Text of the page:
Every January, the Society for Maternal Fetal Medicine hosts their annual conference, "The Pregnancy Meeting." I was honored to be able to join the party this year in Las Vegas, where hundreds of brilliant OBGYNs and MFM specialists came together to summit on the latest research pertaining to pregnancy. Naturally, I dutifully collected the most interesting factoids for my blog and Twitter friends. Below are the five most popular findings, as voted by the awesome @Elmtreemedical Twitter community.
1. Breastmilk "comes in" less than 72 hours after delivery for 70% of moms. Dr. Stuebe gave an awesome presentation about the long term benefits of breastfeeding, and included this amongst the many, many facts she shared with her audience. Yet another popular fact from this talk was that breastfeeding at least 15 months is associated with a lower risk of developing Type 2 diabetes later in life.
2. One of the most prescient challenges facing healthcare providers is pairing the incredible gains in digital health with actual improvements in health outcomes. A group of physicians in Canada has developed a new app called "HIP" or Health Improvement after Pregnancy. The app shares notifications and reminders with new moms to help them stay on track with health and wellness postpartum. I am anxiously awaiting the results of their studies!
3. An infant is diagnosed with macrosomia if he or she weighs more than 4000 grams, which is significantly heavier than average. Dr. Towner shared that macrosomic infants have a 9X higher risk of developing obesity later in life.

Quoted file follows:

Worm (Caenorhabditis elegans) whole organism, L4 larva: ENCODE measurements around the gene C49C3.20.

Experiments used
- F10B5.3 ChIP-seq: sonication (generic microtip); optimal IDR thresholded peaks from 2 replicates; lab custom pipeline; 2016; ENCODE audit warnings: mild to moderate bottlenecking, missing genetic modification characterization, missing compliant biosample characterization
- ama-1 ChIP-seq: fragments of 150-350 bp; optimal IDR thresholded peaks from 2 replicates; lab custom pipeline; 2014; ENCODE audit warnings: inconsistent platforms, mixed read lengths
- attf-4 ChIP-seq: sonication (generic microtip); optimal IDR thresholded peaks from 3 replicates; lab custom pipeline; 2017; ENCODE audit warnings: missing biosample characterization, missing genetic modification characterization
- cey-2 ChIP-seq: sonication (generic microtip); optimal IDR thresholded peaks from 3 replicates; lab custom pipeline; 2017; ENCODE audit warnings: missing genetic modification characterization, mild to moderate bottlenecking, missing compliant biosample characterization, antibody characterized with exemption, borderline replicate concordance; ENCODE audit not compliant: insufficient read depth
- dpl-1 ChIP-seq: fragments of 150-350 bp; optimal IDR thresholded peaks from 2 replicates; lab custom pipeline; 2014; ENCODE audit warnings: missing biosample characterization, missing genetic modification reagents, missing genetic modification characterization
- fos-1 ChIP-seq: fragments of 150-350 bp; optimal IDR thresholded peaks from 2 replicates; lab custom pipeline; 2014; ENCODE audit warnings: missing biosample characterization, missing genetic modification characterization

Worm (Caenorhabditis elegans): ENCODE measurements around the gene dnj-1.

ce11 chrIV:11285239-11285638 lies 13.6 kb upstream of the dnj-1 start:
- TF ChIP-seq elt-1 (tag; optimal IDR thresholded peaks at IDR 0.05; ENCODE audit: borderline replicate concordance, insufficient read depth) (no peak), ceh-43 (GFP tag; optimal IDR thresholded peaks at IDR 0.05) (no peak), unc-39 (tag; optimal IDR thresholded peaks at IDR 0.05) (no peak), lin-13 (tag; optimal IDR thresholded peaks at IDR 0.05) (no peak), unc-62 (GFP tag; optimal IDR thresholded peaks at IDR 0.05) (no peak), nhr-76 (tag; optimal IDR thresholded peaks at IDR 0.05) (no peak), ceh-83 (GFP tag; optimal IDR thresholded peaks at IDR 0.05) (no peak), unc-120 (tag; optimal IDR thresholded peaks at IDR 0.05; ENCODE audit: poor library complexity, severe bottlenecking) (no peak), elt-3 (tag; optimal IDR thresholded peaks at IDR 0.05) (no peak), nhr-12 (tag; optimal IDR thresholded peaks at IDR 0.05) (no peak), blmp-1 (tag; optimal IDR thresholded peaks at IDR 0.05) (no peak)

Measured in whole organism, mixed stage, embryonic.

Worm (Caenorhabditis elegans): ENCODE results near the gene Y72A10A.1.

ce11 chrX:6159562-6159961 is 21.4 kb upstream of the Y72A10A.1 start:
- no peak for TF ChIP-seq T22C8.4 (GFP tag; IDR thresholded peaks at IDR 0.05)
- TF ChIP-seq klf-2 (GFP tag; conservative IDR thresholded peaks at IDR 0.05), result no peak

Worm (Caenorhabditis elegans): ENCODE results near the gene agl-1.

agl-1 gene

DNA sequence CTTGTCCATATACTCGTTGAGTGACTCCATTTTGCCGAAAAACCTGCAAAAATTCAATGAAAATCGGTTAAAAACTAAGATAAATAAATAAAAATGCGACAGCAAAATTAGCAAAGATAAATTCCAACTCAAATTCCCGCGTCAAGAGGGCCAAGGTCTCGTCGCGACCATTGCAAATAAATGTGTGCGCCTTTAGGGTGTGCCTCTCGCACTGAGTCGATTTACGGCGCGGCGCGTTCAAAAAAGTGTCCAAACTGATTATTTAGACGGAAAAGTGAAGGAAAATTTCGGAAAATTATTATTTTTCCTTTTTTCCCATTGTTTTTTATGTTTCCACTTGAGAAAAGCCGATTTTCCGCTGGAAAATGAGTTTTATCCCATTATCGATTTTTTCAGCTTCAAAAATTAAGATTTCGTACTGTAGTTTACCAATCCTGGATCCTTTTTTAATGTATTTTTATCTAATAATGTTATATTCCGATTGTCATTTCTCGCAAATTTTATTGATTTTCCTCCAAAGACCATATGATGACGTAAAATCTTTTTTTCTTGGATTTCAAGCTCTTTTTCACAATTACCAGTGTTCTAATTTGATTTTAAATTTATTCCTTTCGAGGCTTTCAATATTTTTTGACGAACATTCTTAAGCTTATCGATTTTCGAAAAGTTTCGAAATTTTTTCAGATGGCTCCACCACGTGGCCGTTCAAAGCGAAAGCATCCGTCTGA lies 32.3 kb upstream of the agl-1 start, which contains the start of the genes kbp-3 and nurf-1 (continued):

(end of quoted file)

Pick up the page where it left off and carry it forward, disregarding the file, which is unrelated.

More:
4. Dr. Mirsky presented new evidence from Kaiser San Francisco about re-doing GBS tests at term. Pregnant women are screened for GBS at their 35-37 week prenatal appointments so that doctors will know if they should prescribe prophylactic antibiotics when she goes into labor. Some debate exists about re-screening at term. The new results show that very few women change from negative to positive (5.6%). More importantly, in the vast majority of cases, the new results do not come back from the lab in time to make a difference in labor management. Therefore, the presenters concluded that re-screening isn't helpful.
5. Scientists presented data from radiology studies of infants affected with the Zika virus in Columbia. 80% of the infants showed cortical abnormalities on MRI. Microcephaly appeared on ultrasound 2 weeks later than other symptoms, meaning that microcephaly is not a great screening tool for detecting Zika.
We want to hear from you! Did you attend this year's conference? What was your favorite fact or talk?